Family receives body of Ram Manohar Yadav five months after he died in police custodyRam Manohar died days after being detained ahead of a protest against Deputy Prime Minister Upendra Yadav. His body had been lying inside the Tribhuvan University Teaching Hospital morgue since then.
Chandan Kumar Mandal
By the time Bishnu Yadav reached the Tribhuvan University Teaching Hospital on Sunday afternoon, he looked tired and listless. He had arrived in Kathmandu to receive the body of his brother, Ram Manohar Yadav, who died in police custody in Bardiya in September last year.
After migrating to work in Malaysia in 2013, the two brothers had hardly communicated. Every now and then, they would talk over the phone and discuss family affairs. At times, Bishnu would also warn Ram Manohar to stay away from his newly-grown obsession with the Free Madhes movement, fearing untoward consequences for becoming a part of a campaign that was under the surveillance of government authorities.
Bishnu’s biggest fear became reality five months ago. Ram Manohar died days after being detained ahead of a protest against Deputy Prime Minister Upendra Yadav. His body had been lying inside the Tribhuvan University Teaching Hospital morgue since then.
“I had never thought I would come back only to receive his body,” said Bishnu, while waiting outside the hospital morgue.
Ram Manohar’s family members had been refusing to receive the body for months because they said they believe he had died due to torture inside the police cell.
While authorities maintained that Ram Manohar died while undergoing treatment at a local hospital, family members had been demanding an investigation into his death, arguing that there was no way Ram Manohar could die all of a sudden.
Last week, the family members decided to receive his body.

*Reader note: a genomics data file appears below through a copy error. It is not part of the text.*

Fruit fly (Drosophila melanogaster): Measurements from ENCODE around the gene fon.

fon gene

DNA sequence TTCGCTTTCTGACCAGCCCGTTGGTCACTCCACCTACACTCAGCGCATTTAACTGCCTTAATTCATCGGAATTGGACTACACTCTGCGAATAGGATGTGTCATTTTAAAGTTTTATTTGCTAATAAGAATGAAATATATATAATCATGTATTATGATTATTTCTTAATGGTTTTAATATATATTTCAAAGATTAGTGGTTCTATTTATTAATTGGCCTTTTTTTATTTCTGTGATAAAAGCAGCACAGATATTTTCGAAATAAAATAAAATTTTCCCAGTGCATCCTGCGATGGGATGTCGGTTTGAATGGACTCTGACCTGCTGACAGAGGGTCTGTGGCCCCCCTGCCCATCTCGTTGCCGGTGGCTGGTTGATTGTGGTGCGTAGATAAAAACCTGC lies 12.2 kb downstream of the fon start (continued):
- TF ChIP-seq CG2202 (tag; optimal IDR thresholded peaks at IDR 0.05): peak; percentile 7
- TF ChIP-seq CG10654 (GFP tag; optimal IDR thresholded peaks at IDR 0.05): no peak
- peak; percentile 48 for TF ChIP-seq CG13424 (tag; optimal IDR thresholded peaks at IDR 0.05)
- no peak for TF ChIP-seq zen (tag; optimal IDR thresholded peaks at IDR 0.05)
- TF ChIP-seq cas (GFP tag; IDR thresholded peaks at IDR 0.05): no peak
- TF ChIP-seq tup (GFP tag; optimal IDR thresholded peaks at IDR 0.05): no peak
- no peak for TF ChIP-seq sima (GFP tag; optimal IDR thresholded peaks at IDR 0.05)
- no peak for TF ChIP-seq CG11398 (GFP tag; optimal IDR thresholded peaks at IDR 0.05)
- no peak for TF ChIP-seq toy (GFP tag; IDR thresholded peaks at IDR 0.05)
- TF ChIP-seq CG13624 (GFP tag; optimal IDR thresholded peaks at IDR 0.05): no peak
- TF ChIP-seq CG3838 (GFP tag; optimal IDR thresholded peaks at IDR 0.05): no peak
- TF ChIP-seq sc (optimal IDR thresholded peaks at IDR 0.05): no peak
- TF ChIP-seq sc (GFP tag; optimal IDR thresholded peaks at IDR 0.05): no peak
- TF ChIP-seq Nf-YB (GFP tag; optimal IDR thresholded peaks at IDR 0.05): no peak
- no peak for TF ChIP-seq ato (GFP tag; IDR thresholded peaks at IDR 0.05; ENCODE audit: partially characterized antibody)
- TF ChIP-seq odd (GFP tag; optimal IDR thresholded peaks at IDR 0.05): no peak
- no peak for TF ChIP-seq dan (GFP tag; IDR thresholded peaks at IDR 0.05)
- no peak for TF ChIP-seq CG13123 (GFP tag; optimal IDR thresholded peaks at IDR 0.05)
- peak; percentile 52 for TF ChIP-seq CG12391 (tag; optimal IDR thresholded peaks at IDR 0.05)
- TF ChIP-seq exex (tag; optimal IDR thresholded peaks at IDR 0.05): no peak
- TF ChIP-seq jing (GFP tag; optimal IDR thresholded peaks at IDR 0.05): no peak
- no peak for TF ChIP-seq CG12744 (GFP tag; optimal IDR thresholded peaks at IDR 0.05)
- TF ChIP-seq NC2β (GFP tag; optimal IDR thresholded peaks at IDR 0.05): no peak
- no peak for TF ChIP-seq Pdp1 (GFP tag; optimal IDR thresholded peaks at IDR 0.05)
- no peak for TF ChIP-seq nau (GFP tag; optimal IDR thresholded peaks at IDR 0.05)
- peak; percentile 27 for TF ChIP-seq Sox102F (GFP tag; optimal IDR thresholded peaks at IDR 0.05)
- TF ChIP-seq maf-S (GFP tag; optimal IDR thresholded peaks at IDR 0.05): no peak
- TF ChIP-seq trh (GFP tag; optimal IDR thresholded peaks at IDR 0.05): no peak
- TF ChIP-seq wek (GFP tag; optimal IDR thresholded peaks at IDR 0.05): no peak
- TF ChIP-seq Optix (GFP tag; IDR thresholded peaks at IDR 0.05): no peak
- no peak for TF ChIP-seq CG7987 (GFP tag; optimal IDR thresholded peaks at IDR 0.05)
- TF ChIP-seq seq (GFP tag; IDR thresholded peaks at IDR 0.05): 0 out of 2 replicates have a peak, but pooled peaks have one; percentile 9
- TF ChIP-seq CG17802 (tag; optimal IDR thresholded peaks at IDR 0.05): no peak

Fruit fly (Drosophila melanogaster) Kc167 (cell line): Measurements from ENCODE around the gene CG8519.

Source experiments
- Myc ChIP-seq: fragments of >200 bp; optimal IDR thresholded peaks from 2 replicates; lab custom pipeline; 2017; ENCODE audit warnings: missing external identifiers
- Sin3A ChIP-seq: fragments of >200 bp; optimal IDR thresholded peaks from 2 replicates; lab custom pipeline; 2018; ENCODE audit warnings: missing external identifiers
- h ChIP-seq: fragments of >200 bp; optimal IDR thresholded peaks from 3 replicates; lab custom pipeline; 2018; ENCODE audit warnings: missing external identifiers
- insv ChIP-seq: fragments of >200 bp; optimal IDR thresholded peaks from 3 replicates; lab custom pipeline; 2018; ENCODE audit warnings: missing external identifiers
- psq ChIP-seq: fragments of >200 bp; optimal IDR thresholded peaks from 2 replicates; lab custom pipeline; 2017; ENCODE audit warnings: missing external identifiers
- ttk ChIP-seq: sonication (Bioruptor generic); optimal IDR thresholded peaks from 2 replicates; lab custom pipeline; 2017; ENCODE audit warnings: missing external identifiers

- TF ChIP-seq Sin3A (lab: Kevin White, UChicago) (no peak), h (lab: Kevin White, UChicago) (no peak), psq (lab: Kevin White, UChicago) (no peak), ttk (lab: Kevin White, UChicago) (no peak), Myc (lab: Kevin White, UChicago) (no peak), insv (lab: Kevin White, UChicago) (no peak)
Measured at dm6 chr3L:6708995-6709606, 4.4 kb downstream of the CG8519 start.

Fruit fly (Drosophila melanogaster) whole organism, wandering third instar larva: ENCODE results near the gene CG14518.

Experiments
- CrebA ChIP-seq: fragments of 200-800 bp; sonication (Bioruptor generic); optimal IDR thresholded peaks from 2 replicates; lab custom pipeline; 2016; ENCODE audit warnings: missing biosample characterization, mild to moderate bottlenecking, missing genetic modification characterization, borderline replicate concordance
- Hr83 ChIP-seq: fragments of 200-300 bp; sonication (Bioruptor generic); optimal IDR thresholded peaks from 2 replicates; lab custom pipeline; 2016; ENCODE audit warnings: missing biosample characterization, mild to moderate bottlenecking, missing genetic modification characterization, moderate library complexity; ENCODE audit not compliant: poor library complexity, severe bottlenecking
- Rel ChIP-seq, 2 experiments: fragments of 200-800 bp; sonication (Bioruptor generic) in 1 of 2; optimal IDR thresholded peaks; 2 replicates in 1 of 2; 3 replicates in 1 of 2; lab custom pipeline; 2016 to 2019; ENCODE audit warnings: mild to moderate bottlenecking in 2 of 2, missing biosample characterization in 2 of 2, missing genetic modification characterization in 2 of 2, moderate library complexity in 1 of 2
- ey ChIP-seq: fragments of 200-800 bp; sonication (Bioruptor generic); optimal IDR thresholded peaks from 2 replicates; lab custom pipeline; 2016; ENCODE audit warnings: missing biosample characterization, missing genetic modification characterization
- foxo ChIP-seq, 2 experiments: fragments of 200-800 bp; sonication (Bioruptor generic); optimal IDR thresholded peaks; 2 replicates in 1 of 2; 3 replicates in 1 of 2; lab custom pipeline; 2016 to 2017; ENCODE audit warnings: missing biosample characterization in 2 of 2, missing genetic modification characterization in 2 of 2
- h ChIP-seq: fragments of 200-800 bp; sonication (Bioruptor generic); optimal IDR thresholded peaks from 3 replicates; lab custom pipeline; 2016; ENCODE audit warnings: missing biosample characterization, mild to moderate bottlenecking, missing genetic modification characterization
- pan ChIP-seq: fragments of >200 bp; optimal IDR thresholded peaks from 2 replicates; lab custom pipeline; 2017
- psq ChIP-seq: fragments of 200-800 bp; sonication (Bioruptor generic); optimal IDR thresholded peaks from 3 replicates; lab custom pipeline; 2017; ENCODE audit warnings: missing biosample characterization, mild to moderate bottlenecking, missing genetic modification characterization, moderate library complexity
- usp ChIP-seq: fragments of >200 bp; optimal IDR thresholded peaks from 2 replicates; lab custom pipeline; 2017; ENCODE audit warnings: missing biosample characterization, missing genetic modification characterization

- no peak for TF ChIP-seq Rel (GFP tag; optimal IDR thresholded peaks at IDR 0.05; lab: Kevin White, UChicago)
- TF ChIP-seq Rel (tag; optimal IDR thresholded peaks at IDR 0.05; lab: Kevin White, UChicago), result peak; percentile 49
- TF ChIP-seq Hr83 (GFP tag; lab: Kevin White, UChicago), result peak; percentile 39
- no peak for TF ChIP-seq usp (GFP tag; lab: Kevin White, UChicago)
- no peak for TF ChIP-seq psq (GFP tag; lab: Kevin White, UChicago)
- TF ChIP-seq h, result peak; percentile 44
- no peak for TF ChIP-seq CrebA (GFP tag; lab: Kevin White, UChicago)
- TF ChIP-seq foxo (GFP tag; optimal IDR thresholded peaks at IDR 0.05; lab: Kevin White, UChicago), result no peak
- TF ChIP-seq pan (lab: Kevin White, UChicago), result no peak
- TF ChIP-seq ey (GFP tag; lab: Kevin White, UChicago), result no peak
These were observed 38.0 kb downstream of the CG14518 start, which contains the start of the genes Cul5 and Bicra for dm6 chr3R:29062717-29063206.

In an interview with the Post last month, Bishnu had said the family had been getting phone calls from the police asking them to collect the body in Kathmandu. When they refused, they said they began to receive threatening calls day after day.
The Yadav family has also accused the police of conducting an autopsy without their consent. The day after the family left Kathmandu in September, police had conducted the post-mortem. The family said they never received a copy of the post-mortem report, neither has it been made public.
Bishu said even though the family has collected the body from the morgue, their fight to unearth what happened to Ram Manohar will continue.
“No inquiry has taken place in the last five months. We are still waiting for answers. For now, we have decided to perform his final rites,” Bishnu told the Post about the family’s decision as he waited for the hearse to ferry his brother’s body to his village in Banke.
The District Administration Office, Bardiya had borne the expenses of his treatment and vehicle charge that was close to Rs200,000. But the family has refused to accept the Rs1 million offered by the Home Ministry as compensation.
“We have not backtracked on our demand for a fair investigation. We will knock the doors of international human rights agencies if the government fails to address our concerns. Our fight will go on,” said Bishnu.
As Bishnu was all set to leave with his brother’s body, his cell phone rang. His mother was on the other side.
“Everything is done. We are coming home,” replied Bishnu, stressing on we as he broke into tears.
“No one can imagine the pain of a family which is waiting to see the body of one of their family members,” Bishnu said.